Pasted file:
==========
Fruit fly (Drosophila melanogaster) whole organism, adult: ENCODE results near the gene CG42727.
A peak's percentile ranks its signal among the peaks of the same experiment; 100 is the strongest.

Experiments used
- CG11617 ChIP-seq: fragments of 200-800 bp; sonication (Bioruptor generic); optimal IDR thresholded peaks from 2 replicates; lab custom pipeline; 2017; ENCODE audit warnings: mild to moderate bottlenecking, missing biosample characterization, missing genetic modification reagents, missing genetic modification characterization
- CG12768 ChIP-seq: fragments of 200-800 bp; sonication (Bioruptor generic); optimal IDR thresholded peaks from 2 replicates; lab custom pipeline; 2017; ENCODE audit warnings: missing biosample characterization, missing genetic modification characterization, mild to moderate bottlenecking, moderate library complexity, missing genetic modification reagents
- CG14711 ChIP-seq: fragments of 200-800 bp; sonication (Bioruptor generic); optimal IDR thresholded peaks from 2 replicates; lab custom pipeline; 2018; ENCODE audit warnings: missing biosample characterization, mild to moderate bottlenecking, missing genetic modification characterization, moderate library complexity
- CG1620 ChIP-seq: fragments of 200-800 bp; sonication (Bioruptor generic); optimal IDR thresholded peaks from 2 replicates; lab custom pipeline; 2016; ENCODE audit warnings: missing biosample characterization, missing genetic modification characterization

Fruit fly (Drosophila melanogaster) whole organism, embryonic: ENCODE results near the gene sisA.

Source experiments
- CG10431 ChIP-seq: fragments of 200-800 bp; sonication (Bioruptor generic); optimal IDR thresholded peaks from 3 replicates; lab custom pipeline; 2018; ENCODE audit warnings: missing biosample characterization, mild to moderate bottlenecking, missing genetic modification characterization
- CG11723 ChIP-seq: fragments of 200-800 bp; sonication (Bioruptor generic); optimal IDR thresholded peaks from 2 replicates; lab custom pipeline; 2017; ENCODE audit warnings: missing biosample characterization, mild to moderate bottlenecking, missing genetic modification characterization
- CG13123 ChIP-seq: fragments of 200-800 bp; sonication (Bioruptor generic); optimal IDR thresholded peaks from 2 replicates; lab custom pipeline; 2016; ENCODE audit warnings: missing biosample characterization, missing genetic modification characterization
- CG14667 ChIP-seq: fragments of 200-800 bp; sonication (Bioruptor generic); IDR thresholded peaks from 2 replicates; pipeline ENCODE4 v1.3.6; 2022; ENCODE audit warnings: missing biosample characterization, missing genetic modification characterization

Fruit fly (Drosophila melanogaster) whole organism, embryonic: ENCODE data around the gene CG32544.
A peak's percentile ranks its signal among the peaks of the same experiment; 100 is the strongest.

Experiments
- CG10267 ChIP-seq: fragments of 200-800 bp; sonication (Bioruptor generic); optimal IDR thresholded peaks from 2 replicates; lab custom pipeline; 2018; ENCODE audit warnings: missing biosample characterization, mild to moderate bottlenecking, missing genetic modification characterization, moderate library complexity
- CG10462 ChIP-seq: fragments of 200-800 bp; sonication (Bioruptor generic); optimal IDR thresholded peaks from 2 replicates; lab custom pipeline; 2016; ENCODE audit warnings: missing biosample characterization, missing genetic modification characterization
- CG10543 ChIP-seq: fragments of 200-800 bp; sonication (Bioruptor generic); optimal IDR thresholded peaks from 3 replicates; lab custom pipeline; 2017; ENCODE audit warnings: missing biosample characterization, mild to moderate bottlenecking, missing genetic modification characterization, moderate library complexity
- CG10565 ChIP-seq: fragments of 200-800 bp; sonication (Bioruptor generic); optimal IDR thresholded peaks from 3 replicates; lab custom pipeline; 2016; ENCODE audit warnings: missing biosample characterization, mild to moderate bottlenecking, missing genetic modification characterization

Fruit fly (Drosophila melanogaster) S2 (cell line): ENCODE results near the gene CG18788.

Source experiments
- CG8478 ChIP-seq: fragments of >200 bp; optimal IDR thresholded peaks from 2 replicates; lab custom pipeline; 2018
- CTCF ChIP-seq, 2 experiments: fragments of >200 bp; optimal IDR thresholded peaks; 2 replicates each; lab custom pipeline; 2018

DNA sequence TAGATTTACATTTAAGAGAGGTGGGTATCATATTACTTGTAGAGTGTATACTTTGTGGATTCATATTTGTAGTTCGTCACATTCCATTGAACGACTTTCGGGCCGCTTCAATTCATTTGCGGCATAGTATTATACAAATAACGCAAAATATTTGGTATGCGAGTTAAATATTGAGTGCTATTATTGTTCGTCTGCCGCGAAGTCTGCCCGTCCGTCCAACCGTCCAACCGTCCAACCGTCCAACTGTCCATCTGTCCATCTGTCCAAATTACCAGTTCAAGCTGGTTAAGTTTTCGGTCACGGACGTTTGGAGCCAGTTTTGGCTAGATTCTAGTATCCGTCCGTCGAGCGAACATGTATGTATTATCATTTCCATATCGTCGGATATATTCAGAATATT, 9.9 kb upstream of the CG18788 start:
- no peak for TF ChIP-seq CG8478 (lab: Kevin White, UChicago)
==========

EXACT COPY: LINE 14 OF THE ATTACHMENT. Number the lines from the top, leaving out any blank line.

Fruit fly (Drosophila melanogaster) whole organism, embryonic: ENCODE data around the gene CG32544.